‘Lumberjanes to the Max Edition:’ Hardcover Review

If I ever have daughters, I will give them this comic to read. If I ever have sons, they’ll read Lumberjanes, as well. It’s everything a good, all-ages comic should be. It’s empowering, it’s diverse . . . but, most of all, it’s a lot of fun.

Lumberjanes to the Max Edition collects the first 8 issues of the comic, which contains the first story arc. The comic is currently up to its 20th issue, which means I have some catching up to do after this.

The Lumberjanes are an organization for young women, similar to the Girl Scouts. Only these scouts aren’t selling cookies. Our story takes place at the Lumberjanes camp for “Hardcore Lady Types,” where the girls of Roanoke Cabin are having a bit of trouble. Or perhaps they’re IN a bit of trouble. For them, it’s much the same.

As we begin, the girls are surrounded by three-eyed foxes who give them a strange message about a holy kitten. Or something. As camp progresses, our heroes get caught up in a slew of other adventures, from a sea monster to a booby-trapped cave to a herd of dinosaurs running loose around the camp. What’s the meaning of all of this madness? Can this strong, smart, and capable group of girls solve the mystery behind all of these wild creatures and dangerous adventures?

As is often the case, investigating the mystery involves a fair bit of wandering off on their own, sneaking out of their cabin after lights out, and finding ways of ditching their camp counselor, Jen, as she leads them on a much more mundane activity. Sometimes they’re caught doing this, and, sometimes, they’re punished for their behavior. At the same time, though, these girls are encouraged to pursue their curiosity and explore the strange occurrences around them—as long as they stay safe.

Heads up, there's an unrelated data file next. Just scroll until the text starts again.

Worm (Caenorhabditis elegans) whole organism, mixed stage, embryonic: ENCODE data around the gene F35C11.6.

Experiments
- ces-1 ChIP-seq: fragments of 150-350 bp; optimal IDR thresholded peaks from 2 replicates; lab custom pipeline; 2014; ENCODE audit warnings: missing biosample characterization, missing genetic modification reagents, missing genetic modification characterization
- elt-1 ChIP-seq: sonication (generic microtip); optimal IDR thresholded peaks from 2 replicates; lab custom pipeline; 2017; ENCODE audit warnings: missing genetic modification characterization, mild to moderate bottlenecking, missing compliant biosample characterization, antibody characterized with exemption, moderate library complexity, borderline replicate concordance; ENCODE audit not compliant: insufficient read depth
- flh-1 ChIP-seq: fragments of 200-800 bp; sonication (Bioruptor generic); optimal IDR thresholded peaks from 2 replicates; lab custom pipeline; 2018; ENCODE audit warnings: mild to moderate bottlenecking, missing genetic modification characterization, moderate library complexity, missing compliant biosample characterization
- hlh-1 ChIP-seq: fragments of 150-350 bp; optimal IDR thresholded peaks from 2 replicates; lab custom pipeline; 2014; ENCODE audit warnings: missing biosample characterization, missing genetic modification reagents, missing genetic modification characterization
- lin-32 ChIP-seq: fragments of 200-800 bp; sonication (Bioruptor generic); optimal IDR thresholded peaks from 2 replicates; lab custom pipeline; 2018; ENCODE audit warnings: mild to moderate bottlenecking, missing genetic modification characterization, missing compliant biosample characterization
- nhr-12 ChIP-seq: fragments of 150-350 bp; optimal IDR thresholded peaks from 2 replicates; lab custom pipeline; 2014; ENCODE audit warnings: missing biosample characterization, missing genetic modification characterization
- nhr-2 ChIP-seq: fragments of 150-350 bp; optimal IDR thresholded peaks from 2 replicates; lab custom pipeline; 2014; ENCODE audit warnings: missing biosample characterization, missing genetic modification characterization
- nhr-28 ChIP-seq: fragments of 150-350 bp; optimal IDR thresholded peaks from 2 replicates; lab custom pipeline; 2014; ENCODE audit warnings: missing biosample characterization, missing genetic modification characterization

That’s one of the things I like about this comic. It’s not about defying those who say you can’t do something. It’s about opening yourself up to the notion that of course you can. That goes for the boys, too. While the Lumberjanes are hiking, tying knots, shooting arrows, and fighting monsters, at the boys’ camp across the way, they’re baking cookies. And, rather than portraying this in a “Haha, the girls are strong and the boys are weak” type of way, it’s fully accepted and celebrated.

There’s also a fair bit of diversity among the girls, in terms of both race and personality. There’s Jo, the smart, practical girl; Molly, the strong, tough girl; Ripley, the over-excited, “headfirst into danger” girl; Mal, the reserved, planning girl; and April, the “girly girl;” however, none of them falls into stereotypes. Ripley could easily be relegated to Shaggy & Scooby status, providing comic relief while making mistakes that almost get everyone killed. April could easily be seen as the weak one, whose femininity holds her back from being as strong and capable as the rest. But, they’re not. Each character is strong and talented and capable in her own, unique way. Each character is integral to the group’s ultimate success. And, even the seemingly strongest and most capable characters sometimes make mistakes.

Not only does the comic set good examples and provide good fictional role models, it’s also very well written. The adventures the girls find themselves on are fun and exciting—sometimes familiar, but just different enough to keep things interesting. The characters are well rounded and multi-layered. And, the dialogue is quirky and funny. In particular, they employ a number of fun exclamations that substitute for expletives in this all-ages title. Strange and surprising events are frequently met with cries of, “What the junk?” as well as retro expressions like “Cool your jets,” and swearing by the names of a variety of famous historical women (some of whom you may have to Google). It’s little quirks like these that keep things fun and interesting all through.

All in all, this is a really good comic. I can’t recommend it heartily enough. If you are a girl ages 9-14, you need to read Lumberjanes. If you know any girls ages 9-14, you should give them Lumberjanes to read. If you are or know any boys ages 9-14, they should read Lumberjanes, as well, to combat any preconceived notions of traditional gender roles. And, if you are an adult, over the age of 14, either male of female, you still should read Lumberjanes, mainly because it’s just a great read, and you’ll enjoy it.

Last modified on Friday, 28 December 2018 18:39

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